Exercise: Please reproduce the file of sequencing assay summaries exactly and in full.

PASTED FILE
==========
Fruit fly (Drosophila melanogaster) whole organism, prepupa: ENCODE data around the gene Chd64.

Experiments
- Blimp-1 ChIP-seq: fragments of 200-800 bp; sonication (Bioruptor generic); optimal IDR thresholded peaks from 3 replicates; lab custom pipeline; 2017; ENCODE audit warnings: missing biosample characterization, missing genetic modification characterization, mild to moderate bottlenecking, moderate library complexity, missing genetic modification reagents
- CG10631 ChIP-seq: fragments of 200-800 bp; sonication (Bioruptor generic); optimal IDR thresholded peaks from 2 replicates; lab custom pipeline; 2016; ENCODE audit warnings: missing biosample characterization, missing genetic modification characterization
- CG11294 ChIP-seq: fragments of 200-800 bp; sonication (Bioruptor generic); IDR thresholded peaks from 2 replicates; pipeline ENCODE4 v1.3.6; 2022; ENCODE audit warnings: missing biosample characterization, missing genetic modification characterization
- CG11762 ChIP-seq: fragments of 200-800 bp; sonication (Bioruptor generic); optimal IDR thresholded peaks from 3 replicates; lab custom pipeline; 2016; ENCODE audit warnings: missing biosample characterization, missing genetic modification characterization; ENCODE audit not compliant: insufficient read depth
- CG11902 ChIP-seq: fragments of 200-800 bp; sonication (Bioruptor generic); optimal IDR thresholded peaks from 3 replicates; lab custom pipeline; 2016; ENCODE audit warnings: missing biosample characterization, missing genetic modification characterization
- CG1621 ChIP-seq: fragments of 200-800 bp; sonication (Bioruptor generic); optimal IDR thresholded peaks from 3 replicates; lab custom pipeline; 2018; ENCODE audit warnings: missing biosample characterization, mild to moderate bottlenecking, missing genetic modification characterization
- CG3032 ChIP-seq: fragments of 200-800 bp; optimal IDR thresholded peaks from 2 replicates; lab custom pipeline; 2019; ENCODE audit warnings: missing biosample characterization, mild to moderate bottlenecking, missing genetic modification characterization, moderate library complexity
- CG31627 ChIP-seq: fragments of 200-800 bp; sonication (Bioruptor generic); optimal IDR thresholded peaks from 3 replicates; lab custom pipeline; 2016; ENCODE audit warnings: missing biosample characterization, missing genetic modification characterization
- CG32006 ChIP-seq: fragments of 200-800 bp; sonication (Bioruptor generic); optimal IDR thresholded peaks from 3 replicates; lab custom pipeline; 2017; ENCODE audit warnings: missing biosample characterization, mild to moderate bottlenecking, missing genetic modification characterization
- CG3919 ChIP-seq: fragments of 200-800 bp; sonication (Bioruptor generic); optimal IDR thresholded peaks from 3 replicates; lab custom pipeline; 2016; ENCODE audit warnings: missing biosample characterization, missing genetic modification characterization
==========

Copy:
Fruit fly (Drosophila melanogaster) whole organism, prepupa: ENCODE data around the gene Chd64.

Experiments
- Blimp-1 ChIP-seq: fragments of 200-800 bp; sonication (Bioruptor generic); optimal IDR thresholded peaks from 3 replicates; lab custom pipeline; 2017; ENCODE audit warnings: missing biosample characterization, missing genetic modification characterization, mild to moderate bottlenecking, moderate library complexity, missing genetic modification reagents
- CG10631 ChIP-seq: fragments of 200-800 bp; sonication (Bioruptor generic); optimal IDR thresholded peaks from 2 replicates; lab custom pipeline; 2016; ENCODE audit warnings: missing biosample characterization, missing genetic modification characterization
- CG11294 ChIP-seq: fragments of 200-800 bp; sonication (Bioruptor generic); IDR thresholded peaks from 2 replicates; pipeline ENCODE4 v1.3.6; 2022; ENCODE audit warnings: missing biosample characterization, missing genetic modification characterization
- CG11762 ChIP-seq: fragments of 200-800 bp; sonication (Bioruptor generic); optimal IDR thresholded peaks from 3 replicates; lab custom pipeline; 2016; ENCODE audit warnings: missing biosample characterization, missing genetic modification characterization; ENCODE audit not compliant: insufficient read depth
- CG11902 ChIP-seq: fragments of 200-800 bp; sonication (Bioruptor generic); optimal IDR thresholded peaks from 3 replicates; lab custom pipeline; 2016; ENCODE audit warnings: missing biosample characterization, missing genetic modification characterization
- CG1621 ChIP-seq: fragments of 200-800 bp; sonication (Bioruptor generic); optimal IDR thresholded peaks from 3 replicates; lab custom pipeline; 2018; ENCODE audit warnings: missing biosample characterization, mild to moderate bottlenecking, missing genetic modification characterization
- CG3032 ChIP-seq: fragments of 200-800 bp; optimal IDR thresholded peaks from 2 replicates; lab custom pipeline; 2019; ENCODE audit warnings: missing biosample characterization, mild to moderate bottlenecking, missing genetic modification characterization, moderate library complexity
- CG31627 ChIP-seq: fragments of 200-800 bp; sonication (Bioruptor generic); optimal IDR thresholded peaks from 3 replicates; lab custom pipeline; 2016; ENCODE audit warnings: missing biosample characterization, missing genetic modification characterization
- CG32006 ChIP-seq: fragments of 200-800 bp; sonication (Bioruptor generic); optimal IDR thresholded peaks from 3 replicates; lab custom pipeline; 2017; ENCODE audit warnings: missing biosample characterization, mild to moderate bottlenecking, missing genetic modification characterization
- CG3919 ChIP-seq: fragments of 200-800 bp; sonication (Bioruptor generic); optimal IDR thresholded peaks from 3 replicates; lab custom pipeline; 2016; ENCODE audit warnings: missing biosample characterization, missing genetic modification characterization